As a follow-up to several previous posts about the recent announcement of the Nobel Prize for Literature, Motoko Rich, writing from the Frankfurt Book Fair, explains why most Americans had never heard of the winner:
Although there are exceptions among the big publishing houses, the editors from the United States are generally more likely to bid on other hyped American or British titles than to look for new literature in the international halls.
According to Chad W. Post, the director of Open Letter, a new press based at the University of Rochester that focuses exclusively on books in translation, 330 works of foreign literature — or a little more than 2 percent of the estimated total of 15,000 titles released — have been published in the United States so far this year.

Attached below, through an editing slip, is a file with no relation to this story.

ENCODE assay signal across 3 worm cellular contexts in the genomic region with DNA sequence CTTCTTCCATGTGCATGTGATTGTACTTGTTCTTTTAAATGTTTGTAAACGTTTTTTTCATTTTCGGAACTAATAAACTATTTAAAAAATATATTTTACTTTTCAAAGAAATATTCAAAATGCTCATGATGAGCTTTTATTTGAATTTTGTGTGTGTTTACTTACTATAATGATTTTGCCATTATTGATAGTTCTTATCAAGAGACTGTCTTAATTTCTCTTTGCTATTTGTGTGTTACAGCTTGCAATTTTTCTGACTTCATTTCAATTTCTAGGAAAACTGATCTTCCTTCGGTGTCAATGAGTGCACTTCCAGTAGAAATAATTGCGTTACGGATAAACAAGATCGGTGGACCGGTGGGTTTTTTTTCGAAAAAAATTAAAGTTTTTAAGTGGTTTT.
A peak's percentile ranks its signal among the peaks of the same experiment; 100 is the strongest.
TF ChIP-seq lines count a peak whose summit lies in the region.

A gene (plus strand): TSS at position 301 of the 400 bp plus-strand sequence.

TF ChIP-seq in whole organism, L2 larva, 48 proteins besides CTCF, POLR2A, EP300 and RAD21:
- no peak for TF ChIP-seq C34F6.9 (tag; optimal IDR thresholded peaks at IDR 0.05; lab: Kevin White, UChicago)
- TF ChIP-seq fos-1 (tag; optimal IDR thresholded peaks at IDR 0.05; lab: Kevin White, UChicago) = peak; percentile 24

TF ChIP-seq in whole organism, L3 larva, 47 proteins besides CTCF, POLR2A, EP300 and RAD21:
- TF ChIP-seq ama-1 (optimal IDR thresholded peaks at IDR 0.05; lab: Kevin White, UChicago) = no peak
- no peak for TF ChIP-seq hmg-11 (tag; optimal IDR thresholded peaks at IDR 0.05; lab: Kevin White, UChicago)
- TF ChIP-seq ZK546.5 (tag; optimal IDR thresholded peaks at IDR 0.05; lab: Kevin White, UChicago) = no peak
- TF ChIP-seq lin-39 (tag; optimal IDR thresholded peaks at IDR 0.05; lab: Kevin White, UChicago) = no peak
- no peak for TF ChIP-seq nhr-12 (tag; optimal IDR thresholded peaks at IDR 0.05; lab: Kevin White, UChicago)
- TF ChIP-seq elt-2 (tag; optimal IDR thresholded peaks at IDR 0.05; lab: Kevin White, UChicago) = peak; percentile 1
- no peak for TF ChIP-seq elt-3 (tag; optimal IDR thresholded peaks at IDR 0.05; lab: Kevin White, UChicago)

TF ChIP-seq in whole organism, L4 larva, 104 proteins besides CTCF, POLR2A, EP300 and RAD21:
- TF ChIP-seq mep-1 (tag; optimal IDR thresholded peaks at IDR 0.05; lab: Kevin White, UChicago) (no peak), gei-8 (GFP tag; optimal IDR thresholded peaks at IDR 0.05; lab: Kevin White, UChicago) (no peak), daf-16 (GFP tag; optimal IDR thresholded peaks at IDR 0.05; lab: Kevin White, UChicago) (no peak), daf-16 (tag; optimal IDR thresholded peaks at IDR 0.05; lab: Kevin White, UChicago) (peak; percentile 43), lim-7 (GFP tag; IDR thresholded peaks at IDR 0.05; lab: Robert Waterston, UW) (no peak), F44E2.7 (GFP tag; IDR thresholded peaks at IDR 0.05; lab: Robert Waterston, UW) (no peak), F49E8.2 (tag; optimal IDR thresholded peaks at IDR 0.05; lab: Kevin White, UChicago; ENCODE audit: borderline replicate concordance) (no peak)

A week before the Nobel Prize announcement, Horace Engdahl, permanent secretary of the organization that awards the Nobel Prize, explained why the prize did not go to an American:
‘The U.S. is too isolated, too insular,’ Mr. Engdahl said in an interview with The Associated Press. ‘They don’t translate enough and don’t really participate in the big dialogue of literature.’
One French publisher told Rich, “American publishers are depriving the American readership of the cultural diversity through translation to which they are entitled.”